Soupy/Supie Sausage

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BGKYSmoker

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Fermented/Dry cured. This is popular in the coal region of North East PA.

Sausages are fermented and dried and then packed in either Olive oil (not evoo) sunflower oil or lard.

I used sunflower oil. 

AKA: Soupy or Supie. This is a Len Poli recipe so i will not post it.

At just about 1 month. 3 more months to go.


 
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I am on the fence... I am going to watch this through, My question is how the sausage ends up? Greasy / Oily? 
 
The Soupies, short for Oil Cured Soppressata, I have had are not what I would call greasy on the inside, not any more than any other type of soppressata or pepperoni. You will need some paper towel for the outside oil. The ingredients and the process, oil aging, is what sets the Soupie apart. They are tasty however it may just be the ones I sampled but, they take some Jawin' to get them down out of hand. Diced they add great flavor to pasta sauces like Pomodoro, Alfredo, Carbonara or even Clam Sauce...JJ
 
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First time I hear about these. What is the purpose of packing in oil? Preservstion? How does it affect the state/texture compared to regular fermented/dried sausage?
 
Casings will be soft. Oil will not penetrate that far into the meat.

They have been fermented and dried in the traditional way. Oil is for preserving which can be for years.

Submerging meats into oil or lard has been done for ages. My dad said they used a barrel of lard for large chunks of meat because they could not afford an ice box or ice.
 
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Casings will be soft. Oil will not penetrate that far into the meat.

They have been fermented and dried in the traditional way. Oil is for preserving which can be for years.

Submerging meats into oil or lard has been done for ages. My dad said they used a barrel of lard for large chunks of meat because they could not afford an ice box or ice.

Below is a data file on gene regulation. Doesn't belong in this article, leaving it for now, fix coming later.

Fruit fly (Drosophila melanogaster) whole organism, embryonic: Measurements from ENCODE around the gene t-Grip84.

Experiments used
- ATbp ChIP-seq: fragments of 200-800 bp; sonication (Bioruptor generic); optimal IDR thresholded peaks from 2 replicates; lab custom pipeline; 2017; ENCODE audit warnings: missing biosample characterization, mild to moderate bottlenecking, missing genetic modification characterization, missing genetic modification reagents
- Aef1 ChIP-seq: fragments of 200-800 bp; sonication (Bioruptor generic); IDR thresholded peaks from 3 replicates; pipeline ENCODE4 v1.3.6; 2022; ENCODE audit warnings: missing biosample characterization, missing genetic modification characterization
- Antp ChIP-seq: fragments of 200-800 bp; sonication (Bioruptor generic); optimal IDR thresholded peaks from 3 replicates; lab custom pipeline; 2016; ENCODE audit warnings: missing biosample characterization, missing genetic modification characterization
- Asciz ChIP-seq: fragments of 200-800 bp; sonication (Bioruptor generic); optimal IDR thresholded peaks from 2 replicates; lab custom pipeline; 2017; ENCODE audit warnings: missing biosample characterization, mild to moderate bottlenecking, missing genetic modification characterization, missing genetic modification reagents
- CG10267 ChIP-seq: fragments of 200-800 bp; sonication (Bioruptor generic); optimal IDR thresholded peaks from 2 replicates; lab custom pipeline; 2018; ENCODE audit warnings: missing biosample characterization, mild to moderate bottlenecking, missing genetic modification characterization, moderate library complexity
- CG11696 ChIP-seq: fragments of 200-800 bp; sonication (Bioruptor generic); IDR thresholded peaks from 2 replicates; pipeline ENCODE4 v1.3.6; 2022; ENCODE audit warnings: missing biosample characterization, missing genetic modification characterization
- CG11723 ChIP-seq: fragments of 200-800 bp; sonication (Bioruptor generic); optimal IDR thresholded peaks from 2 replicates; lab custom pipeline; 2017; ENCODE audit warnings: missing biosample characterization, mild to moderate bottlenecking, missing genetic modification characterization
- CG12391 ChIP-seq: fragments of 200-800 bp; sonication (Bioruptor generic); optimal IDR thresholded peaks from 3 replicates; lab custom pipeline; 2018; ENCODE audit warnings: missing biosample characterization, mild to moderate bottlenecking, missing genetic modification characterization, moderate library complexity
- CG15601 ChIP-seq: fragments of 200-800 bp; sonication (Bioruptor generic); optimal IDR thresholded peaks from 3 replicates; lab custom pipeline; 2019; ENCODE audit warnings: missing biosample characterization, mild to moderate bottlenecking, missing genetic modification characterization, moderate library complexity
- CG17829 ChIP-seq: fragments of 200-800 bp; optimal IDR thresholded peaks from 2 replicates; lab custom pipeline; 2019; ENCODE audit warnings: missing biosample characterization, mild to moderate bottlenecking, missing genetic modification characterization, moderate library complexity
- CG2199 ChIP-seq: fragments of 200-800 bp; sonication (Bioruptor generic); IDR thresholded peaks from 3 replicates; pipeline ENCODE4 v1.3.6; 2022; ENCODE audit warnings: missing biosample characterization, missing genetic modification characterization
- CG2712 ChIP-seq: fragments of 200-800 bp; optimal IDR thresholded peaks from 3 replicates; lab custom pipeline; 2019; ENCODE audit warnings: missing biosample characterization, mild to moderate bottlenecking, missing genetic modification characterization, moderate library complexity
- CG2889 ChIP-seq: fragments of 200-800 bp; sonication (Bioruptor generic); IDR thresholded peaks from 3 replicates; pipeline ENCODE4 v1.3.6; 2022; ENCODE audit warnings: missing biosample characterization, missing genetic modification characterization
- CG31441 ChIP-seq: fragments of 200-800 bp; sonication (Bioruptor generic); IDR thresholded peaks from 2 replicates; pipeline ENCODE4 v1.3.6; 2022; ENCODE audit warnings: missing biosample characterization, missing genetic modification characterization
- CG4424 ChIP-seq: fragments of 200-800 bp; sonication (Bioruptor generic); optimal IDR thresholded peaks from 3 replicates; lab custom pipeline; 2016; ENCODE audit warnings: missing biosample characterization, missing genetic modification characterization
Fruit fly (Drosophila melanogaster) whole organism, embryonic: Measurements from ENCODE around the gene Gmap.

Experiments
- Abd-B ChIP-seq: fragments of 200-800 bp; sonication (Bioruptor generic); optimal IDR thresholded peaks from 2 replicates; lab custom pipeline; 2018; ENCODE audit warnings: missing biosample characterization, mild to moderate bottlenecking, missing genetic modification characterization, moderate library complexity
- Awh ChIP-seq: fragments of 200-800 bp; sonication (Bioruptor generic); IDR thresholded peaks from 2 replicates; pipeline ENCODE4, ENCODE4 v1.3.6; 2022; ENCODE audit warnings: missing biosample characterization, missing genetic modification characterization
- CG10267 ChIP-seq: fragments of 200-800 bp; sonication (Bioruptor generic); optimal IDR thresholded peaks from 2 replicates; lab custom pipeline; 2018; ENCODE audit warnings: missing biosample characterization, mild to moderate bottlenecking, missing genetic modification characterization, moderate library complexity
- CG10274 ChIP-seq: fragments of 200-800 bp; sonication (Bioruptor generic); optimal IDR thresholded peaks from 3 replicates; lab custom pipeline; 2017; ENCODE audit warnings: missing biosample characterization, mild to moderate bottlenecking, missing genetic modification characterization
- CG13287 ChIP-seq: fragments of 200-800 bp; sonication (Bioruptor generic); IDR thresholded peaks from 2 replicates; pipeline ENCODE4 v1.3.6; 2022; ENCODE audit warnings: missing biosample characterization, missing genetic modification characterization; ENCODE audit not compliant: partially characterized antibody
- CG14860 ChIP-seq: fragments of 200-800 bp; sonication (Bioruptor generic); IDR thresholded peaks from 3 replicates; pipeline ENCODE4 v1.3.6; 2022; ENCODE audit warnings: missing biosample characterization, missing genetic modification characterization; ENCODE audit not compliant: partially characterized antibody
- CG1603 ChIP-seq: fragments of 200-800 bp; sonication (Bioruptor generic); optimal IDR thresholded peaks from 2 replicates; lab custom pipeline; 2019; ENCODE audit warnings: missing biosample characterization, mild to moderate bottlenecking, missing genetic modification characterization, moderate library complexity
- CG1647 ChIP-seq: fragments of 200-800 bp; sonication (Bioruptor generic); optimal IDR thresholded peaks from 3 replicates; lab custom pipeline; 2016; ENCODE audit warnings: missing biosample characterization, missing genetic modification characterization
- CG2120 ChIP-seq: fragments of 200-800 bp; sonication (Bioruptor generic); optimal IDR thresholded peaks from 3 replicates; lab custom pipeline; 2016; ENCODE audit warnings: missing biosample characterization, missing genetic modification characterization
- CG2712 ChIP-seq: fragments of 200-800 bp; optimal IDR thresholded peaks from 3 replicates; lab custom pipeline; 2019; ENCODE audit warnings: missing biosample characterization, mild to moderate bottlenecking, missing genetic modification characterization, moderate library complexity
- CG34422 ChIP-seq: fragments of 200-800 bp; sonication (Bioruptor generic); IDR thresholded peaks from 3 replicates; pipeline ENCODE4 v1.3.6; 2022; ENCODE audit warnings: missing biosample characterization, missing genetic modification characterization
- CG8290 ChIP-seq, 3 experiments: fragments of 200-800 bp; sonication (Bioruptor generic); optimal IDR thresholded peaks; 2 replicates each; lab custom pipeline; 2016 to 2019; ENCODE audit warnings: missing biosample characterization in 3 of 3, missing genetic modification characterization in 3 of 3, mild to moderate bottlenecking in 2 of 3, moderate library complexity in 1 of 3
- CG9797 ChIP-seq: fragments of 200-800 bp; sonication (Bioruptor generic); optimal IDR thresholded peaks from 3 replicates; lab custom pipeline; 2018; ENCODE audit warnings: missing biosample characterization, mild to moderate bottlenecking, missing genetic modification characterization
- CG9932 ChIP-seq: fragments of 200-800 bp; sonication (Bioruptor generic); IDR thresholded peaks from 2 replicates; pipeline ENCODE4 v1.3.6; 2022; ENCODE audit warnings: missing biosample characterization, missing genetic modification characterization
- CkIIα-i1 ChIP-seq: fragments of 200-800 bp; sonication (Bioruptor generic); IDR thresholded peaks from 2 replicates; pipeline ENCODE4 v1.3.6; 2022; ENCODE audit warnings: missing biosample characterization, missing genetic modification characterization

I do that: a sort of potted pork: meat, cooked sausage, ribs (smoked or not).

I am just surprised to see dried sausage preserved in oil since it's already "preserved" from curing and drying.

Looks very cool. I like the appearance.
 
This looks like the old Italian Sotto Olio presdervation method.  There are Sopressata aficionados all over the country but soupies is a Norteast Pa. slang. 

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Making soupies (Sopressata) is a Norhteast Pa. tradition.   There is a Contest each year in Hazelton to determine the best soupie.

Check out these links

http://www.scordo.com/calabria/homemade-salami-soppressata-soupie.html

Chicago has some excellent Soppresata makers who blog.  This link is a tutorial with recipe

http://ifoodblogger.com/homemade-sopressata.

I have never kept Sopressata around long enough to need special preservation.  I usually gain a couple of pounds every time I get one.
 
 
This looks like the old Italian Sotto Olio presdervation method.  There are Sopressata aficionados all over the country but soupies is a Norteast Pa. slang. 

[if gte mso 9]><xml> <w:WordDocument> <w:View>Normal</w:View> <w:Zoom>0</w:Zoom> <w:DoNotOptimizeForBrowser/> </w:WordDocument></xml><![endif]

Making soupies (Sopressata) is a Norhteast Pa. tradition.  There is a Contest each year in Hazelton to determine the best soupie.

Check out these links

http://www.scordo.com/calabria/homemade-salami-soppressata-soupie.html

Chicago has some excellent Soppresata makers who blog.  This link is a tutorial with recipe

http://ifoodblogger.com/homemade-sopressata.

I have never kept Sopressata around long enough to need special preservation.  I usually gain a couple of pounds every time I get one.
We lived in Lehighton for 15 years. This style was popular up in the coal region.
 
Looked today and dated.

I gotta try one.

I know what yer thinking, get yer mind outta the gutter 
laugh1.gif


Taste real good. Let the oil drain off some but other than that, these go into the book.




 
Throw the cow over the fence some hay------that sausage makes my day!!!!

Great Job.

Blaise
 
They do look good! He said it was a Len Poli recipe, maybe search for that or Rick will probably be along to help ya out.

Ryan
 
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